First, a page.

If you think this might encourage a student or someone who loves them, please share, like, subscribe, Twitter and all that social media stuff. If we already subscribe, then consider Geezer 1, the Facebook clubhouse for geezeronthequad.com. It’s a mix of students, student ministry leaders, professors, administrators, theologians, artists, writers, musicians, composers, booksellers, broadcasters, business people, cultural thinkers and entrepreneurs, pastors, a few campus rats and a Goth or so who think that Jesus Christ thinks that the university is a special place. they’re a sharp bunch and you will only make us better. Take a look.
Please return your seat to the upright position and give your infrared night vision goggles to the attendant as you exit to the rear. See you next post at geezeronthequad.com.
Summers off campus can be tough…I’ve got your back until the fall comes
Originally posted on geezeronthequad:
What do we need to survive tough times? Some answers come from those “desert island” surveys. A Swiss army knife with enough attachments to build a beach condo and sharp enough to slice through thick trees or perform unexpected surgeries. Enough games on my smart phone to keep me too preoccupied to remember I’m on a desert island. The best answer might be Ramen noodles. Why? First of all basic nourishment. Most desert islands don’t have trees loaded with mangoes and herds of wild boar who will lay down in front of us and die ready for the barbecue. If most desert islands were that great, wouldn’t somebody already be there and have built a five-star beachfront hotel? If we’re the first, it’s a grim ride. And we could hurt ourselves with homemade weapons. A second reason, escape. A raft made from Ramen noodles will never let you down; it…
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I had the opportunity to do the invocation and benediction at my daughter’s state university graduation a while back. Old prayers don’t fade away: they might speak to my readers or someone they know.
Originally posted on geezeronthequad:
Graduation, the goal, the dream…in some cases, the miracle. When I speak on campuses, I can’t help but notice that some people have been there for a long time. “When do you plan to make your escape (graduate)? They just grin. To brutalize Ecclesiastes a little, “There is a time to grin…” And graduation is one of those times. In an earlier post in tribute to the professors who survived me, I recalled my own from Clarion University. But I also remember another graduation, my daughter’s from Western Michigan University in 2001. I delivered both the invocation and the benediction – a prayer for going in and one for going out. So as you “Pomp and Circumstance” your way down the aisle doing the spinning head trick from the “Exorcist” looking for your family and friends, here’s a prayer for you as you take your seat.
Lord. I’m honored to…
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Hear the music? It’s time to celebrate and cap the experiences and circumstances of college with a little pomping. It’s time for taking pictures until we can’t see straight and ordering the biggest steak, best cheesecake, most loaded gourmet pizza in town or that one acre salad bar. Shoot, order them all. But do some other things. First, take some time to think (You can do this during the graduation speech if it’s not that great.). Think about the person living inside our skin when we dragged our stuff up four floors of our freshman dorm. Wow, what a long time ago and yet yesterday. A different person grew inside our skin one new friendship, one new thought, many exams and paper deadlines, many late night bull sessions and heart to hearts and a string of new roommates at a time. Could we have ever guessed at the things that cook and swirl around inside us now when we last danced to this tune at the end of high school? About as certainly as Snickers will come out with a horseradish bar.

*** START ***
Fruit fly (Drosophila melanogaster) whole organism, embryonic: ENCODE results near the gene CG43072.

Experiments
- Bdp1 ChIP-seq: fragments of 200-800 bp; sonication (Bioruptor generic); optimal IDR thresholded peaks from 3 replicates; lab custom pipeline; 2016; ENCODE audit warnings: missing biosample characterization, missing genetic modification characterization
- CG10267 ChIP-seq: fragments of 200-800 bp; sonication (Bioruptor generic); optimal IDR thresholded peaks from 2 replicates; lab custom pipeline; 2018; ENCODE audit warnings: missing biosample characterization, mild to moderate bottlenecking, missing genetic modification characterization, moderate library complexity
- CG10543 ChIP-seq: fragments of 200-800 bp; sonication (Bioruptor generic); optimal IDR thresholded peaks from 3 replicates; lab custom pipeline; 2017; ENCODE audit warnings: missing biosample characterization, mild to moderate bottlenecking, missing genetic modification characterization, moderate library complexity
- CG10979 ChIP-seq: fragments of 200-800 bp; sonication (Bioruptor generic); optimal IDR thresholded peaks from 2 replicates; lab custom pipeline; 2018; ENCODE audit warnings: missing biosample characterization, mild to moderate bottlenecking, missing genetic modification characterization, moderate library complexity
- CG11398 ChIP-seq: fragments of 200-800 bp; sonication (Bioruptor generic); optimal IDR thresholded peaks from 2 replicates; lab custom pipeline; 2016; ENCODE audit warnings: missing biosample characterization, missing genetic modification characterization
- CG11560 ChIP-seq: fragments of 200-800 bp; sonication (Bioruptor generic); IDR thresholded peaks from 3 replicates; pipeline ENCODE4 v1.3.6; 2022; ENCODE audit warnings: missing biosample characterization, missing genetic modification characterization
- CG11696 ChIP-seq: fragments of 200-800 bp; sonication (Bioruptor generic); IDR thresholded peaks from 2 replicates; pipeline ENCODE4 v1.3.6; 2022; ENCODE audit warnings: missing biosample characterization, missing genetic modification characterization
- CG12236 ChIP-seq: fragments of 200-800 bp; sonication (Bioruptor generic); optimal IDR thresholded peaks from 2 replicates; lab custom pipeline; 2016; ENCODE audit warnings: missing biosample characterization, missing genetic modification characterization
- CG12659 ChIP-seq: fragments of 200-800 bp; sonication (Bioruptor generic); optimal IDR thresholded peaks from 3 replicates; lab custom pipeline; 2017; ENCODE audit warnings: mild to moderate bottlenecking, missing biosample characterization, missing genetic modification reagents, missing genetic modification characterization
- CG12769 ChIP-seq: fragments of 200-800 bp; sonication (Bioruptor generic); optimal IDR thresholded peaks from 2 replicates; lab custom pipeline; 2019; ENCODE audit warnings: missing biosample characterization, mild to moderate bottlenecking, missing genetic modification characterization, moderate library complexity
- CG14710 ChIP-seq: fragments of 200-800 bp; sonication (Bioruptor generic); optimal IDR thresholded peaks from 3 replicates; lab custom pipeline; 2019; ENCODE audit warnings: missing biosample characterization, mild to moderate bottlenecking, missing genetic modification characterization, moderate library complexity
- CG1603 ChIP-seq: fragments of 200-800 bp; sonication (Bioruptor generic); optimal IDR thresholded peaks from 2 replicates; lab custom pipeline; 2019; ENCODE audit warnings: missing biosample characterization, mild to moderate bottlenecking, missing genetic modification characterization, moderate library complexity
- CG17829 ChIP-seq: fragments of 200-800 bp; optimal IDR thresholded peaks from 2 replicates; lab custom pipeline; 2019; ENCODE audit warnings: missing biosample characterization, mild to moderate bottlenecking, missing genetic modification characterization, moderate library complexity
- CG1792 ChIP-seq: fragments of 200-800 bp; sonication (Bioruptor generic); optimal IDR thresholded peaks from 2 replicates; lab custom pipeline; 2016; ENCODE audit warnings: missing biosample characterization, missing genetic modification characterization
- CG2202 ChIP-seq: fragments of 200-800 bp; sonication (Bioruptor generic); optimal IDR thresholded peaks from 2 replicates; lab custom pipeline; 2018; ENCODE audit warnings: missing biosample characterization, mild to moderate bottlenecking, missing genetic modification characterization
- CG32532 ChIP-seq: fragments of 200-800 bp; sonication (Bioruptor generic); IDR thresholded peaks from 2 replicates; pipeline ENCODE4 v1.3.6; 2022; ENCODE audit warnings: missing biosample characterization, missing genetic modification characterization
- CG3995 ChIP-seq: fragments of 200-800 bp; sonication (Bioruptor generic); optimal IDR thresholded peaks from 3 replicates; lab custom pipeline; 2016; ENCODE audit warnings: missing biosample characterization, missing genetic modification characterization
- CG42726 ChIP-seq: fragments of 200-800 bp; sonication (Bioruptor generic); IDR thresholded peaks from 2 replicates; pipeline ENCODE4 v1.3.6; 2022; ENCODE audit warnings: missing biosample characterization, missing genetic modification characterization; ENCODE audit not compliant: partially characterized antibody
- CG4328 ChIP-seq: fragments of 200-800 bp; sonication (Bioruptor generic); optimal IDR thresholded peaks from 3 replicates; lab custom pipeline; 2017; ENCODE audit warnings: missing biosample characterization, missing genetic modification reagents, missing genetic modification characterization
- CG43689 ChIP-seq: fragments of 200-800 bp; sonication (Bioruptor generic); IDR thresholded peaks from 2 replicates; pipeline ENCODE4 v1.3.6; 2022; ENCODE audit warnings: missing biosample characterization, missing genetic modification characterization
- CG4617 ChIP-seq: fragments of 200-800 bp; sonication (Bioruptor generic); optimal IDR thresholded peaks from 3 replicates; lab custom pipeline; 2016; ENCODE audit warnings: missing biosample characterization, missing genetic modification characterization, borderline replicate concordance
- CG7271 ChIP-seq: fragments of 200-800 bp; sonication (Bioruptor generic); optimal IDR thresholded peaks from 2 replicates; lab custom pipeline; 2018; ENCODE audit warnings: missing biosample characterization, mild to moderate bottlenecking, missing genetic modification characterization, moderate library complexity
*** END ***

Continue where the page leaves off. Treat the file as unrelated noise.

Think about some of the people who helped along the way. Especially take time to talk with them and thank them. Years from now, we’ll wish we’d done this. By doing this, we will do good both to them and ourselves. Start with our academic advisor. Being an English major, mine was Bruce Macbeth. How cool is that? Don’t leave out favorite profs and leaders of various activities we got involved in. A couple of faculty secrets – they care more about students than we might think. And they thought a lot of their students were asleep. Our coming will both shock them and reinforce some deep things that made them want to teach.
Think about where we might be going. Some are off to grad school. Sometimes we don’t know what else to do and campuses are cool places to hang out. For some, it’s the next Kingdom step. Either way, be careful. I’ve told grad students that grad school can be like monasticism only without God. While our friends move on into jobs and/or starting families, we withdraw from the flow of normal activity and concern with other like-minded people to focus on one common field for years. Almost every time I speak, there’s a potluck dinner. Food is important, grad students (especially underpaid TA’s) being notorious snatchers of bagels and/or donuts left over from various meetings and faculty functions. But most Christian grad groups gather around food to reestablish human contact. Not only are there islands along the way, God is there.